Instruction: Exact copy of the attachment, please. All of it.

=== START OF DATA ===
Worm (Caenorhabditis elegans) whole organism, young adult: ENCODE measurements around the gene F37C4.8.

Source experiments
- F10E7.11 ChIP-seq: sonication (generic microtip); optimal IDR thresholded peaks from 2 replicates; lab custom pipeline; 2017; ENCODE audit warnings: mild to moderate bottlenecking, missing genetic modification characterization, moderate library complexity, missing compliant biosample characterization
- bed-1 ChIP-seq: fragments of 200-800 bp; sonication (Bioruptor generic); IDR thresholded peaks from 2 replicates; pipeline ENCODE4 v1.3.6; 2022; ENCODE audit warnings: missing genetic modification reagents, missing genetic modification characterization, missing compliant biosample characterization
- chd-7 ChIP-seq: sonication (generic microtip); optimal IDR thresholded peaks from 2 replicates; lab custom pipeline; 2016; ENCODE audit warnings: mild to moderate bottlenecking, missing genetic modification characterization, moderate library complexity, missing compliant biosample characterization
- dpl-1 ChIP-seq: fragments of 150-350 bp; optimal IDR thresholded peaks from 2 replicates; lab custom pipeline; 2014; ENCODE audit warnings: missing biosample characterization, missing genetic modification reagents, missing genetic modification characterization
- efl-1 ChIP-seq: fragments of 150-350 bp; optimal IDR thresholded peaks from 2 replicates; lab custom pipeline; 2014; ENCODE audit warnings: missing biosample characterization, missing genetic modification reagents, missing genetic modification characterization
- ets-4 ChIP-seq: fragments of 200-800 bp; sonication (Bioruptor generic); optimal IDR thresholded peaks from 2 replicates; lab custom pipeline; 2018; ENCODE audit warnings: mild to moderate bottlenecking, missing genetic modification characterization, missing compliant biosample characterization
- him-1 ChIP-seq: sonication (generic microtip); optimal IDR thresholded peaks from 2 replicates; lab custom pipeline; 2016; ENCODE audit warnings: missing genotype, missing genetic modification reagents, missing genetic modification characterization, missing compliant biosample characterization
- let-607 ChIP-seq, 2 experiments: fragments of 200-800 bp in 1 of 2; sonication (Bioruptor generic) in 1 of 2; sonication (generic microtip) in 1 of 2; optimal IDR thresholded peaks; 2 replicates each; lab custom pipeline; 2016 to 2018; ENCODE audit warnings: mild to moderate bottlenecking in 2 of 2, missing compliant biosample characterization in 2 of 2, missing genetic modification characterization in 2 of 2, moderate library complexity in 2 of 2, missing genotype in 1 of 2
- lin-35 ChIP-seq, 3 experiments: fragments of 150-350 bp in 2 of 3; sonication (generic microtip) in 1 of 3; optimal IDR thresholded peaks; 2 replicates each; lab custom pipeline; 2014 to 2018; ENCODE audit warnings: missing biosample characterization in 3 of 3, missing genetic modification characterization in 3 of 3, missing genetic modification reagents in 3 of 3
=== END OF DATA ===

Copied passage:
Worm (Caenorhabditis elegans) whole organism, young adult: ENCODE measurements around the gene F37C4.8.

Source experiments
- F10E7.11 ChIP-seq: sonication (generic microtip); optimal IDR thresholded peaks from 2 replicates; lab custom pipeline; 2017; ENCODE audit warnings: mild to moderate bottlenecking, missing genetic modification characterization, moderate library complexity, missing compliant biosample characterization
- bed-1 ChIP-seq: fragments of 200-800 bp; sonication (Bioruptor generic); IDR thresholded peaks from 2 replicates; pipeline ENCODE4 v1.3.6; 2022; ENCODE audit warnings: missing genetic modification reagents, missing genetic modification characterization, missing compliant biosample characterization
- chd-7 ChIP-seq: sonication (generic microtip); optimal IDR thresholded peaks from 2 replicates; lab custom pipeline; 2016; ENCODE audit warnings: mild to moderate bottlenecking, missing genetic modification characterization, moderate library complexity, missing compliant biosample characterization
- dpl-1 ChIP-seq: fragments of 150-350 bp; optimal IDR thresholded peaks from 2 replicates; lab custom pipeline; 2014; ENCODE audit warnings: missing biosample characterization, missing genetic modification reagents, missing genetic modification characterization
- efl-1 ChIP-seq: fragments of 150-350 bp; optimal IDR thresholded peaks from 2 replicates; lab custom pipeline; 2014; ENCODE audit warnings: missing biosample characterization, missing genetic modification reagents, missing genetic modification characterization
- ets-4 ChIP-seq: fragments of 200-800 bp; sonication (Bioruptor generic); optimal IDR thresholded peaks from 2 replicates; lab custom pipeline; 2018; ENCODE audit warnings: mild to moderate bottlenecking, missing genetic modification characterization, missing compliant biosample characterization
- him-1 ChIP-seq: sonication (generic microtip); optimal IDR thresholded peaks from 2 replicates; lab custom pipeline; 2016; ENCODE audit warnings: missing genotype, missing genetic modification reagents, missing genetic modification characterization, missing compliant biosample characterization
- let-607 ChIP-seq, 2 experiments: fragments of 200-800 bp in 1 of 2; sonication (Bioruptor generic) in 1 of 2; sonication (generic microtip) in 1 of 2; optimal IDR thresholded peaks; 2 replicates each; lab custom pipeline; 2016 to 2018; ENCODE audit warnings: mild to moderate bottlenecking in 2 of 2, missing compliant biosample characterization in 2 of 2, missing genetic modification characterization in 2 of 2, moderate library complexity in 2 of 2, missing genotype in 1 of 2
- lin-35 ChIP-seq, 3 experiments: fragments of 150-350 bp in 2 of 3; sonication (generic microtip) in 1 of 3; optimal IDR thresholded peaks; 2 replicates each; lab custom pipeline; 2014 to 2018; ENCODE audit warnings: missing biosample characterization in 3 of 3, missing genetic modification characterization in 3 of 3, missing genetic modification reagents in 3 of 3